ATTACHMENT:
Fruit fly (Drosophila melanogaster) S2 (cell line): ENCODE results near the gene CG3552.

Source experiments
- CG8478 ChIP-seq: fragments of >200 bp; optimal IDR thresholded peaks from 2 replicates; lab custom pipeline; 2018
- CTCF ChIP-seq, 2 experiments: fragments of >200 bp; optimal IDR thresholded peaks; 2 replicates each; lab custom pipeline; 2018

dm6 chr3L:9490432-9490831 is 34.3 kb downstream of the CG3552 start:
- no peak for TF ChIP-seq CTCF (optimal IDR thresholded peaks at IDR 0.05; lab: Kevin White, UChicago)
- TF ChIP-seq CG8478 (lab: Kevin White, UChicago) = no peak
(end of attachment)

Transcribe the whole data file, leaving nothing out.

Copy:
Fruit fly (Drosophila melanogaster) S2 (cell line): ENCODE results near the gene CG3552.

Source experiments
- CG8478 ChIP-seq: fragments of >200 bp; optimal IDR thresholded peaks from 2 replicates; lab custom pipeline; 2018
- CTCF ChIP-seq, 2 experiments: fragments of >200 bp; optimal IDR thresholded peaks; 2 replicates each; lab custom pipeline; 2018

dm6 chr3L:9490432-9490831 is 34.3 kb downstream of the CG3552 start:
- no peak for TF ChIP-seq CTCF (optimal IDR thresholded peaks at IDR 0.05; lab: Kevin White, UChicago)
- TF ChIP-seq CG8478 (lab: Kevin White, UChicago) = no peak